Negative feedback is supposed to be good for us, but it sure doesn't feel so good. Shifting the context by thinking more broadly helps blunt the sting, a study found. So does embracing change.

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Week in pictures: 18-24 April 2015

BBC - Fri, 2015-04-24 06:24
A selection of the best news photographs from around the world, taken over the past week.

Niger battles meningitis outbreak

BBC - Fri, 2015-04-24 06:16
A mass immunisation programme to protect children against meningitis starts in Niger, as the death toll rises from 85 to 129.

Guardiola ready for Barca homecoming

BBC - Fri, 2015-04-24 06:14
Bayern Munich's Pep Guardiola will return to a very different Barcelona in the Champions League semis to the one he left.

Comcast Calls Off Merger With Time Warner

NPR News - Fri, 2015-04-24 06:09

Comcast is abandoning its $45 billion takeover of Time Warner Cable. For more details, Steve Inskeep speaks with NPR's Yuki Noguchi.

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Alleged Skipper Of Migrant Boat Appears In Italian Court

NPR News - Fri, 2015-04-24 05:56

The 27-year-old man faces homicide and human trafficking charges. He says he was only a passenger, but survivors from the disaster that killed at least 700 are likely to testify that he was captain.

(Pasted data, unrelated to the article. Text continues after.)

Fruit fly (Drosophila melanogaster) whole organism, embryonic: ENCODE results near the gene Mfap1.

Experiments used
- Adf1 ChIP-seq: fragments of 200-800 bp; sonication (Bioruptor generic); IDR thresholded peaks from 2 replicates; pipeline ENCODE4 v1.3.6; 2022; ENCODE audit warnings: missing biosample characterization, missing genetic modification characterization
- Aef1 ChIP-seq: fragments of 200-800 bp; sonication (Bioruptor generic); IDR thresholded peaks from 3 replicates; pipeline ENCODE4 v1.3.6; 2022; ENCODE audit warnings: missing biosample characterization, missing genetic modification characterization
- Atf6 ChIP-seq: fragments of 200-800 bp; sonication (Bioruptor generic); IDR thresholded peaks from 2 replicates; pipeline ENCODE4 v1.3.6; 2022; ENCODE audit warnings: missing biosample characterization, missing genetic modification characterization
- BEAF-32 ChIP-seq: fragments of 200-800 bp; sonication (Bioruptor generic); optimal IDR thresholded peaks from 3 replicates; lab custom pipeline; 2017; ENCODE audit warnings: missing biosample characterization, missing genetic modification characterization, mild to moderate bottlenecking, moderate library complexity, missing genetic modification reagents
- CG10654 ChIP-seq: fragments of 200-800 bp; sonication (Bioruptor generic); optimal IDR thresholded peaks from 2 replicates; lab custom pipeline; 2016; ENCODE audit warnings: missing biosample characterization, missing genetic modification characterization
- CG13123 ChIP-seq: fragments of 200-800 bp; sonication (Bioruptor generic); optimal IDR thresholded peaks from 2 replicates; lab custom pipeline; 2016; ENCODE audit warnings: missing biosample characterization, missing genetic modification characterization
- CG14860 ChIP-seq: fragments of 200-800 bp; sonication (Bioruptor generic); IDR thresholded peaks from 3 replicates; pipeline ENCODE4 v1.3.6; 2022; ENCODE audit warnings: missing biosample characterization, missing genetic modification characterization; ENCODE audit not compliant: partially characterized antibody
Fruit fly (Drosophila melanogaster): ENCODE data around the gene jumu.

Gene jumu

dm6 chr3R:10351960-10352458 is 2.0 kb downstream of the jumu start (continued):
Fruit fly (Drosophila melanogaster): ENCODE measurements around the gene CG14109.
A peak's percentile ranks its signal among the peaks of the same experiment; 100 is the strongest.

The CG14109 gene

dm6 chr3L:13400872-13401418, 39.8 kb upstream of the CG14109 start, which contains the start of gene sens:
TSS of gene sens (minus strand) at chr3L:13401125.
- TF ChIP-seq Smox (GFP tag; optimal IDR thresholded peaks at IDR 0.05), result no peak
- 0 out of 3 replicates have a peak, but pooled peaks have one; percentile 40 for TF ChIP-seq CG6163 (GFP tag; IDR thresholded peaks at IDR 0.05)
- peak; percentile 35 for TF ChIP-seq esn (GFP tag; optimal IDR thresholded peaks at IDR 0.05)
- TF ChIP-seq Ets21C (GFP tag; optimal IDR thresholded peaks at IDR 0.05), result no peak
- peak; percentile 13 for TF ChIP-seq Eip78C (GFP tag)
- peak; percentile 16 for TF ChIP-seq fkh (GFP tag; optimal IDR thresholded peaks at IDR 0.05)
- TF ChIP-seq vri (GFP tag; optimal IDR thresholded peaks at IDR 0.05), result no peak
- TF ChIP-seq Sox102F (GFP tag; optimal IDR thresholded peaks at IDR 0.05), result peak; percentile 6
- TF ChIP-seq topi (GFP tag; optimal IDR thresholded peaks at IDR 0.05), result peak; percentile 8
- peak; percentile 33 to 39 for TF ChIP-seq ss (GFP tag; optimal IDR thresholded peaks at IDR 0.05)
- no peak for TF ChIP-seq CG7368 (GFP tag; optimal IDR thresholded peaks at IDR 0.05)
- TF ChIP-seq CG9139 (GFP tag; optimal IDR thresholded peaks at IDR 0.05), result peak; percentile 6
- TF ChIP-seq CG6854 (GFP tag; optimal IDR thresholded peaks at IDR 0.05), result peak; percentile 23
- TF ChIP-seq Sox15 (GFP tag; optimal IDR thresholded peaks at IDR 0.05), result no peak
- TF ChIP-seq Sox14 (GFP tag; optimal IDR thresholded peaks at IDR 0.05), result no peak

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Man, 70, jailed over £150m drug plot

BBC - Fri, 2015-04-24 05:49
A 70-year-old man who skippered a yacht across the Atlantic in a £150m cocaine smuggling operation is jailed for 10 years.

Wenger is not my rival - Mourinho

BBC - Fri, 2015-04-24 05:47
Chelsea manager Jose Mourinho plays down rivalry with Arsenal counterpart Arsene Wenger before Sunday's derby.

Weekend edition: The best of the week's reads

BBC - Fri, 2015-04-24 05:43
A collection of some of the best reads from the BBC News website this week, with an injection of your comments.

Nursing home care is changing, and it may save money